WITH South Africa’s limited economic growth over the past few years, businesses have had to look very hard at saving wherever possible.
Unfortunately, many of the so-called “savings” are not savings at all. When it comes to factory or plant maintenance, CEO’s and CFO’s make decisions that are often short term cost driven.
Operating at minimum cost and maximum productivity, does not mean decreasing the money spent on proactive maintenance programs. Reliability is the outcome of investments made to design and maintain equipment effectively. Knowing the importance of proactive lubrication and lubrication in the overall scheme of maintenance that pertains to manufacturing, fleet maintenance of trucks or off-road vehicles or whatever kind of industrial environment you’re in, is more important than most would like to believe.
Managing your equipment, with an integrated maintenance program and reliability strategy, keeping track of the health of that equipment, why it breaks down, what part of it breaks down, all this kind of knowledge is critical to reducing maintenance costs. It’s about keeping a track record on these matters and also, at the same time planning when various maintenance functions are due and to schedule this maintenance accordingly. It’s about contamination control and failure analysis. Lubricant storage and handling and dispensing is often the work of people that are not very knowledgeable about lubricants, they often do a poor job of these various activities and this often results in using either the wrong oil or they may use an oil that’s become contaminated in storage, before they ever use it.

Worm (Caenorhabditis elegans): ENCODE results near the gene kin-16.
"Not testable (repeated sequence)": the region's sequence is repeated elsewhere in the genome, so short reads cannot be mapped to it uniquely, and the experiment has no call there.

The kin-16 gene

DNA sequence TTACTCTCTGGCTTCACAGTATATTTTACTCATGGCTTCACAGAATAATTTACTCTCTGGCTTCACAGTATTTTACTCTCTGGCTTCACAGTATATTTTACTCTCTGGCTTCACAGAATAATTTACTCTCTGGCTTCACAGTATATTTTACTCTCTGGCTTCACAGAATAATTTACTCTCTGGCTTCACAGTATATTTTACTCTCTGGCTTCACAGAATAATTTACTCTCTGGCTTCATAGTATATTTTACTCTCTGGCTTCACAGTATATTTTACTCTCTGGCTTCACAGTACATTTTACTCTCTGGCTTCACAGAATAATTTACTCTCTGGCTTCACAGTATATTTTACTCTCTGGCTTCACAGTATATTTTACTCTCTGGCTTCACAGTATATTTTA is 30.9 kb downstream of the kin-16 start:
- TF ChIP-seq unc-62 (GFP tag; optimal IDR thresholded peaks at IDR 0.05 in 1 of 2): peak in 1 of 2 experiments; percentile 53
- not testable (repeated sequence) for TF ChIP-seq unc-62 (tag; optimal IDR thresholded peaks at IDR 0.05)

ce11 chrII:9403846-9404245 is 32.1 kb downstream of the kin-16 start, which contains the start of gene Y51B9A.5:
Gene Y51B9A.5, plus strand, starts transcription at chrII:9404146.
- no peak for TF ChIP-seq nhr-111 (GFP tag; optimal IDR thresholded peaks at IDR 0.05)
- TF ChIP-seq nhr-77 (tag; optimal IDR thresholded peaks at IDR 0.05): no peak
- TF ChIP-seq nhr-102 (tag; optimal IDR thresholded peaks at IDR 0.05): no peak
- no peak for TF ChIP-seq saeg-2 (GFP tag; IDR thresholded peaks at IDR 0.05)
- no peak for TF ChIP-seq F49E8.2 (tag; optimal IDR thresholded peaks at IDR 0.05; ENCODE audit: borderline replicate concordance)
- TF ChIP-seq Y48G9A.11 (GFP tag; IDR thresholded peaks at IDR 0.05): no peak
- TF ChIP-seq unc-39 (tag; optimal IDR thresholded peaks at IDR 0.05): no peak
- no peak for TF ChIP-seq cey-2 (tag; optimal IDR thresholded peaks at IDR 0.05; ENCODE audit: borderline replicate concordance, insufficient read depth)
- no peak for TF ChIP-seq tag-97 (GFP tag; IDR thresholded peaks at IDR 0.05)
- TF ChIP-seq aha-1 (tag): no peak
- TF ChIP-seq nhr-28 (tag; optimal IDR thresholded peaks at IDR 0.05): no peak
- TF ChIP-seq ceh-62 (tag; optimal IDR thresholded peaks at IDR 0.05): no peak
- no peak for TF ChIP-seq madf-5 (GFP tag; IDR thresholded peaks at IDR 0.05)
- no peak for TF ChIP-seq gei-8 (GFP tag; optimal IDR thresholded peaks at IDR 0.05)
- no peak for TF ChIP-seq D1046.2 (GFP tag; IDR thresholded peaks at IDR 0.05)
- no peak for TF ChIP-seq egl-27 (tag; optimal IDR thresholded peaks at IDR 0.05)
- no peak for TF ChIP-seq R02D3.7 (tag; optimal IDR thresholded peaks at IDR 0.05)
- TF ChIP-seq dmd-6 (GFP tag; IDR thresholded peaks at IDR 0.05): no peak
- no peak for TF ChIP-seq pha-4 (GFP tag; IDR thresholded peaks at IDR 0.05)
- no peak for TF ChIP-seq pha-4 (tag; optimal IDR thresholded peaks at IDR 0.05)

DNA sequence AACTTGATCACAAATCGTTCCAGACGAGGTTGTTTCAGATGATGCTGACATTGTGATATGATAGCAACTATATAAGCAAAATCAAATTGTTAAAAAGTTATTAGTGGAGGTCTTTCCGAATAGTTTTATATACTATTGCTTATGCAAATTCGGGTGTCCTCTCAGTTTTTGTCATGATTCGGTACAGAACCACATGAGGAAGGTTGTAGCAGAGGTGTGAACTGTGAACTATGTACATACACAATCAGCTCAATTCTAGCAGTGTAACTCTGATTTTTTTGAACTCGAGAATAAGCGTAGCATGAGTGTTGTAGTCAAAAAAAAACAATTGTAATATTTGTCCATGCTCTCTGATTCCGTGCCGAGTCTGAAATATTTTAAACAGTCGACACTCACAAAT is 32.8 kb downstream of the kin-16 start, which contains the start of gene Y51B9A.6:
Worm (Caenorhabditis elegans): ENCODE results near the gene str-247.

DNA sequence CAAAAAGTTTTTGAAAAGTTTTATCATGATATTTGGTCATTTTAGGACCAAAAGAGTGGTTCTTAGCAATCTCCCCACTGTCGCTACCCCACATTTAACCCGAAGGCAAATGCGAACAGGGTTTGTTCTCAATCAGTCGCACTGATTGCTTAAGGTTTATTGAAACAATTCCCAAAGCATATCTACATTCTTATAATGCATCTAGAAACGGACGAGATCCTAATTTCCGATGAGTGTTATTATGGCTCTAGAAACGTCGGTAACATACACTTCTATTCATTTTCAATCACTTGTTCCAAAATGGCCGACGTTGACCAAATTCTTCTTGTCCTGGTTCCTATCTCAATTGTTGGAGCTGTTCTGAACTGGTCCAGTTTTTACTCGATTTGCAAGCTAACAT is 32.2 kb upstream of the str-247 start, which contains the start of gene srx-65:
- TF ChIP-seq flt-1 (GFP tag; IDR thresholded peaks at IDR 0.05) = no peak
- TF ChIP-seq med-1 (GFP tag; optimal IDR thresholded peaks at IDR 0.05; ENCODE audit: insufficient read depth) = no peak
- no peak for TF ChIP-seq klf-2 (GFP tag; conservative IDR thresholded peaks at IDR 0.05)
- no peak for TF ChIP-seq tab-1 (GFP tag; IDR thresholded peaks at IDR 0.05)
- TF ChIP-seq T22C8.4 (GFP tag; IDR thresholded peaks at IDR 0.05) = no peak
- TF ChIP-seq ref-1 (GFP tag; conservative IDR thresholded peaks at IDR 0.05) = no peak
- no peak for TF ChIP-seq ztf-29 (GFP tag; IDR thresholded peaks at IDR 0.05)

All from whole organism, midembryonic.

“Some of the most common lubrication problems I have encountered, over the past 25 years throughout industry, could have been solved. The cost of not having the knowledge or expertise required in order to recognize and solve these problems has been astonishing. The problem of limited project management support, is sometimes the reason maintenance staff are too busy putting out fires, to develop an action plan. Often there is no business case developed and therefore management do not buy-in to provide funding or budgets,” says Freddi Stafford, Managing Director for SOS Oil, based in Observatory, Cape Town.
However, by far, the largest contributing factor towards these unnecessary losses is due to the lack of training and education, which results in a lack of knowledge or understanding of lubricants and their specific chemistry, characteristics and functions.
Even the most basic fundamental knowledge is absent. Lubricant research, development and application are all accessible through a qualified lubricant specialist. “Unfortunately, by far, the vast majority of people I have met over the past 25 years that have been in positions where this knowledge is critical, have possessed a limited understanding of tribology, specifically lubrication. Actually, the level of knowledge in this regard, for personnel with such huge responsibility, is mostly of great concern. Even more worrying is that they do not have the time, interest nor the inclination to complete the necessary training. Important decisions are being made, that incur huge financial losses, due to this lack of knowledge,” insists Stafford.
“It has been established that the application of tribology can save between 1% and 1.4% of an industrial country’s gross national product (GNP) for expense of research and development of an average of 1.50th once-only expenditure for an annual benefit derived after two years. In other words, for every *R10,000 invested in tribology research and development, savings of *R500,000 per year could reasonably be expected in two years’ time – not a bad investment, one might say!” - Professor H Peter Jost.
(*Converted from US Dollars to Rands at current exchange rates.)